There is a growing community of French expatriates in southern Portugal, and it felt as though as a sizeable portion of their number had gathered around Arnaud Démare as he warmed down after placing second in the sprint on stage 4 of the Volta ao Algarve in Tavira.
Démare met their inquiries with good humour before Groupama-FDJ directeur sportif Frédéric Guesdon politely nudged his way through for a more formal debriefing of the sprint, which was won by Dylan Groenewegen (Jumbo-Visma). The frustration of taking another second place on this race – he was beaten by Fabio Jakobsen on the opening day in Lagos – was tempered by the quality of his physical performance.
"My team did a great job. We waited a bit longer than the first day, our timing was good, but I lost my place on the last corner with 500 metres to go," Démare told Cyclingnews as he pedalled on the turbo trainer. “I was too far back when the sprint started. I was making up ground, I was coming back, I was going very fast but – pfff, badly placed."
Démare has been a regular at the Volta ao Algarve over the years, but for the second successive season, the Portuguese race marks his seasonal debut. That change came about in part after an exhausted Démare missed the time cut on the 2017 Tour de France, which prompted the Groupama-FDJ coaching staff to lighten his racing workload in the early part of the season.
The approach also appeared to pay off in the spring, as Démare won a stage at Paris-Nice and placed on the podium at Milan-San Remo and Gent-Wevelgem, hence the decision to follow the same tack this time out.
"My preparation is the same as last year," Démare said. "It's my fourth or fifth time coming to the Volta ao Algarve. It's a very good preparation race for the Classics because you get a lot of kilometres in with the long stages. It’s very good. Obviously, I’d prefer to have won than to have finished second twice, but, voilà, it’s like that."
Démare is just four days into this 2019 campaign but his early form line extends beyond his twin second places in the Volta ao Algarve’s bunch sprints. He held on longer than any other sprinter when Team Sky forced the pace on the Alto do Fóia on stage 2 before placing a fine 6th in the time trial the following day. That display was, he said, a product of his strength training over the winter rather than any specific work on the time trial bike.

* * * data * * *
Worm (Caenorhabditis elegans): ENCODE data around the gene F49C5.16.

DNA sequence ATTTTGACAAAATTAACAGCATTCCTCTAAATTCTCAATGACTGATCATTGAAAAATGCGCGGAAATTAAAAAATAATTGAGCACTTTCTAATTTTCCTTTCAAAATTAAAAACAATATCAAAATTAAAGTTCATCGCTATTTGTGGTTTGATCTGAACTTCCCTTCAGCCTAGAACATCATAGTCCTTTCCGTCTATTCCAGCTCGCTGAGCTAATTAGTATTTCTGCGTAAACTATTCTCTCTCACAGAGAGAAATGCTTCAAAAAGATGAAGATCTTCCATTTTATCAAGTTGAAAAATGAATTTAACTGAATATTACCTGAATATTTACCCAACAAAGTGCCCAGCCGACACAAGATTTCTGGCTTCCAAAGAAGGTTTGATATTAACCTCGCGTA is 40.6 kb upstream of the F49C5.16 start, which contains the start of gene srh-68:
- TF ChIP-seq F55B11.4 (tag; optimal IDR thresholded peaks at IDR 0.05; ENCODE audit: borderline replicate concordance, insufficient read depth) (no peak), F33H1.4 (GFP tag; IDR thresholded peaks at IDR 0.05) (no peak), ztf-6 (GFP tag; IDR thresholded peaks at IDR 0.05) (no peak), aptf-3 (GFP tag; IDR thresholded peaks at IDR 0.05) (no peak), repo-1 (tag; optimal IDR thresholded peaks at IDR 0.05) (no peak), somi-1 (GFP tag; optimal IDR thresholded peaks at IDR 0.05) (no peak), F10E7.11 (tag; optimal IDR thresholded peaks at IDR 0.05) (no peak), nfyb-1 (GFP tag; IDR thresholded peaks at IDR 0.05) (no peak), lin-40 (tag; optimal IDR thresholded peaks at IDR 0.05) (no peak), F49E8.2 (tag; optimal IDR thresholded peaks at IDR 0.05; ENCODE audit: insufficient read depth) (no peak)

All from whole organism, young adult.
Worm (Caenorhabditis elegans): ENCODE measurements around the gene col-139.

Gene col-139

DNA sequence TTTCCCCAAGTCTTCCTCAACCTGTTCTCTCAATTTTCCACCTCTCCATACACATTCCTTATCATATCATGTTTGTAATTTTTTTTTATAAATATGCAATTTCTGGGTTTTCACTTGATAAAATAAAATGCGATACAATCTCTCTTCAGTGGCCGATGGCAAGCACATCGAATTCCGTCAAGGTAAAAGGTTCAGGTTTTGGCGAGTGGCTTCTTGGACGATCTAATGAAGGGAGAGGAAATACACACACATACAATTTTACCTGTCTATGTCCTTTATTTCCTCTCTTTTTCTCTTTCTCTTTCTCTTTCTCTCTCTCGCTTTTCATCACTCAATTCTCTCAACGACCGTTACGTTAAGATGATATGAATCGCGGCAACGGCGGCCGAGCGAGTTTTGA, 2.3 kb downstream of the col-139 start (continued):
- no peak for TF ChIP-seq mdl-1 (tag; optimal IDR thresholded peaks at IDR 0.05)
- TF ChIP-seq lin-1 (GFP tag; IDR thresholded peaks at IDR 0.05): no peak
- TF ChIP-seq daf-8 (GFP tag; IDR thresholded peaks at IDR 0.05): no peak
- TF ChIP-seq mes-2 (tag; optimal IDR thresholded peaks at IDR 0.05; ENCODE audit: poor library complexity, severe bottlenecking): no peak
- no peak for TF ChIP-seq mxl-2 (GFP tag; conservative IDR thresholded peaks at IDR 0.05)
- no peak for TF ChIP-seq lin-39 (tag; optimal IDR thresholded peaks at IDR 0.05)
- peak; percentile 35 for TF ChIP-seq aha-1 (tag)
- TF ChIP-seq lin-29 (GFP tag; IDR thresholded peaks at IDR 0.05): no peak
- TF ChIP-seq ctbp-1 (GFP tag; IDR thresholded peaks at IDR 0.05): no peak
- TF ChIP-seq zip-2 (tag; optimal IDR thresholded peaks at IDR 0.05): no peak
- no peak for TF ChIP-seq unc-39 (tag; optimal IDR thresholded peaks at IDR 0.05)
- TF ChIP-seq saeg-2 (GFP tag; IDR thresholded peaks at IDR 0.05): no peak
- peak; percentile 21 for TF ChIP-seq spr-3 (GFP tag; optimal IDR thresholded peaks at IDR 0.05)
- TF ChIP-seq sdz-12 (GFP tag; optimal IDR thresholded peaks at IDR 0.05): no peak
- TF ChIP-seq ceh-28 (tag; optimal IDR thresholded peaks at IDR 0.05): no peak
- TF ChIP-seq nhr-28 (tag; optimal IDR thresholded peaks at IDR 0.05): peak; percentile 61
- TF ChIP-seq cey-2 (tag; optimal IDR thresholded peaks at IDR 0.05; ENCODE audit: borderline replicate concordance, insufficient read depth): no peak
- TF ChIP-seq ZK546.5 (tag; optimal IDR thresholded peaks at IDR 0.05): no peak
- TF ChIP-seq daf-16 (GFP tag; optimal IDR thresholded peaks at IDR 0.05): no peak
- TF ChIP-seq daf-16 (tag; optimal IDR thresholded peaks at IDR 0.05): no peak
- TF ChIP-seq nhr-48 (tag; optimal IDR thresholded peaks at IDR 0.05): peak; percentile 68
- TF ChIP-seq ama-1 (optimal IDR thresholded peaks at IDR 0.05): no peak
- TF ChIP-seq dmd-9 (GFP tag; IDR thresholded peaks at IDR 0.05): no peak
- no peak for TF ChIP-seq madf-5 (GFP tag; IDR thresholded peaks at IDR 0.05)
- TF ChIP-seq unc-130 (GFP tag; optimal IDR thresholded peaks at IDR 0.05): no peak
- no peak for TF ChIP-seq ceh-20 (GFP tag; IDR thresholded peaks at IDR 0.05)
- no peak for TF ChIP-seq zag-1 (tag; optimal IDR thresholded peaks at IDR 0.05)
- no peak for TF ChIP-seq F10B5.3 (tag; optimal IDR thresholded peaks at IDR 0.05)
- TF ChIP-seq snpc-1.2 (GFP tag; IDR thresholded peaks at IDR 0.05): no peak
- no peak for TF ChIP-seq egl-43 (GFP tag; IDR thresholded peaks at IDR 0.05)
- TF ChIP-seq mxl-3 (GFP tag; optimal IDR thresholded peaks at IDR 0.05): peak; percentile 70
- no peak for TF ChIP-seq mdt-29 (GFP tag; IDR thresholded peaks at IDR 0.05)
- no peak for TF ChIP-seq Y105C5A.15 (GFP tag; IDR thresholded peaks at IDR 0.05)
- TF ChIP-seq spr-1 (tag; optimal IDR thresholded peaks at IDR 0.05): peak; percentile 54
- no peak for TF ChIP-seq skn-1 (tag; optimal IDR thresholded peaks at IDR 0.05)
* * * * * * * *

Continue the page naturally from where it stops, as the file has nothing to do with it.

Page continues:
"I'm more and more resistant,” Démare said. "I did a good time trial here in 2017, too, I finished 6th then. Last year I was 14th here. I enjoy real time trials like that, where you can show your power. But if you put me in a time trial like the ones for climbers at Paris-Nice, then I'm non-existent…"
Démare will line out at Omloop Het Nieuwsblad and Kuurne-Brussel-Kuurne next week, where he will lead a Groupama-FDJ Classics unit that has been boosted by the arrival of Stefan Küng, winner of Friday’s time trial. "The legs are good, and that’s encouraging for what’s to come. It’s the Opening Weekend next and I've often been good there, so I hope that can continue," said Démare, who placed second in Kuurne a year ago – behind Groenewegen, the man who beat him on Saturday.
Major appointments litter Démare's calendar from now until the middle of April, when, once again, he will set out from Compiègne as the man most likely to emulate Guesdon and bridge the 22-year gap to France’s last Paris-Roubaix victory.
"I would say that my condition is reassuring," Démare said. "It’s reassuring but you never know, there's always the worry that you might have a setback at any point. But logically from now to Paris-Roubaix, it’s really only a month and a half. That's very short. The legs are good already and I hope they can improve another bit."